As Britain’s busiest blood bike service, we are celebrating 100,000 mercy missions - covering more than 1.5 million miles (to the moon and back three times) and saving the NHS more than £5.5 million over the last nine and a half years. North West Blood Bikes, which covers Lancashire and South Lake District, marked the milestone with a routine mission.
“It was just another trip as far as we were concerned,” said NWBB Chairman John Garnett, “but it’s always rewarding to know that your efforts have helped someone somewhere. When it comes to job satisfaction this role takes some beating.” “We would like to thank all our members (past and present), all our sponsors and people who have donated money to us to enable us to carry out this mammoth achievement. We couldn’t have managed it without you all. Thank you.”
This calm professionalism typifies the attitude of NWBB’s 299 riders, 21 controllers, fundraisers and other members, all of whom are volunteers – giving up their time to courier urgent items between hospitals across the region, often with help from other Blood Bike groups, across the UK. These could be blood, platelets, samples, donor breast milk, patient notes or theatre equipment - in fact anything that can be carried by motorcycle.
Maria Burn, Pre-Analytic Manager Pathology at Lancashire Teaching Hospitals was there at the outset. “When two guys walked in and spelled out how they wanted to help it was hard to fathom how something we had paid so much for, over so many years, might now be done for nothing. “But that is exactly what happened. Other hospitals were a little sceptical too, but when I explained how it had helped us they quickly got on board with it,” she said. “The blood bikers are just phenomenal. There is a real difference between this charity and some others as there are no paid members of staff at all.” NWBB riders take the various challenges that can be thrown at them in their stride, but they couldn’t do it without the Controllers covering their backs and the support of both fundraisers and sponsors - especially during the recent Pandemic.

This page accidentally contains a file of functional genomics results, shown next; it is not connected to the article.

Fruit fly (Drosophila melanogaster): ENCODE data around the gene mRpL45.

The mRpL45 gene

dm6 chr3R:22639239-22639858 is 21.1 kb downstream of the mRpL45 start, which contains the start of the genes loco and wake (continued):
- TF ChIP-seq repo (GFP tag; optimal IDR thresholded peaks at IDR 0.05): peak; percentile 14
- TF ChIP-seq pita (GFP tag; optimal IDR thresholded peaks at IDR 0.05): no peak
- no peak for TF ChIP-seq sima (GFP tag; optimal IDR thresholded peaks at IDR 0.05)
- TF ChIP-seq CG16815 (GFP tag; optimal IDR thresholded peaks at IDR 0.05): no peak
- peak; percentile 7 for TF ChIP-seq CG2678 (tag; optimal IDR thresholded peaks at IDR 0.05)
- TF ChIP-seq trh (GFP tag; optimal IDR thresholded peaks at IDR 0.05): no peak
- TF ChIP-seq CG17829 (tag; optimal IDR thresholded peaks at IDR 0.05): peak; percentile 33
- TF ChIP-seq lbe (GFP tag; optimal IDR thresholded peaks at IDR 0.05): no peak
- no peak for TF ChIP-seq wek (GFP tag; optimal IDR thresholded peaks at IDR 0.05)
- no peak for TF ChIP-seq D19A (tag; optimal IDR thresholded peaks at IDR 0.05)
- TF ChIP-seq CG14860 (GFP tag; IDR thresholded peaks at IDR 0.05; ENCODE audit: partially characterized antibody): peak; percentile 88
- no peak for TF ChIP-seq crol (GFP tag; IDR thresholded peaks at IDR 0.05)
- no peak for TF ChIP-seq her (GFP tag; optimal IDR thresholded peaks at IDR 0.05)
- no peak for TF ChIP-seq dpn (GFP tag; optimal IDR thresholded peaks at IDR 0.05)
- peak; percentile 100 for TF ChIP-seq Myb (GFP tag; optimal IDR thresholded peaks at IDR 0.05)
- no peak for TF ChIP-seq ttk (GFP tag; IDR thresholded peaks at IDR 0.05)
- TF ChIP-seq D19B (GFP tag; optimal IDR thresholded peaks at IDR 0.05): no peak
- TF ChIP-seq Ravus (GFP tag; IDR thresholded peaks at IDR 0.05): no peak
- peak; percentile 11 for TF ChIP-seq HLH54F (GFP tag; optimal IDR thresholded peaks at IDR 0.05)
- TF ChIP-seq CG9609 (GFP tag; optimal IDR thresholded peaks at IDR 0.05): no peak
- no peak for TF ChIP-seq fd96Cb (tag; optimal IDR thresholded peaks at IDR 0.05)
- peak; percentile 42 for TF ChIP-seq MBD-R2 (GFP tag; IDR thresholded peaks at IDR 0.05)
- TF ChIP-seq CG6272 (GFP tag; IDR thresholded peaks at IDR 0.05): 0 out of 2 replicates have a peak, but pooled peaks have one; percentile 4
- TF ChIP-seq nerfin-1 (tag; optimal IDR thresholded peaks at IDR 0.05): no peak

NWBB spokesperson said: “We’re pretty sure that no other blood bikes group in the country can match us in terms of the number of trips we’ve made since our formation in May 2012. Our riders can be seen on the road every night of the year using their own bikes or our Marked Bikes - in the sun, rain, hail or snow – anywhere between Kendal in the north and Ormskirk in the south.
“Why do we do it? Well, during our lives, many of us have either had help from hospitals - personally or within our own families - or we simply want to help. Riders love motorcycling so why not combine it with helping the NHS?
“But, as with the NHS, the demands on our service continue to grow. We always need more people to join our dedicated team to ensure that we can continue to support our hospitals in the future.”
Can You Help?
NWBB wants to hear from any motorcycle riders willing to do a minimum of two shifts per month and with at least 12 months’ fully licensed motorcycle riding experience.
Many riders start by using their own bikes but are encouraged to become Advanced riders – and qualifying to ride the liveried, dedicated blood bikes that are a familiar sight on the region’s roads.
Or if you are not a rider, maybe you could help as a Controller answering calls at home and dispatching riders?
The group also requires fundraisers to help keep NWBB riders on the road.
If you can help, please go to our Volunteer page.
Update: We were very please to have our milestone reported on the BBC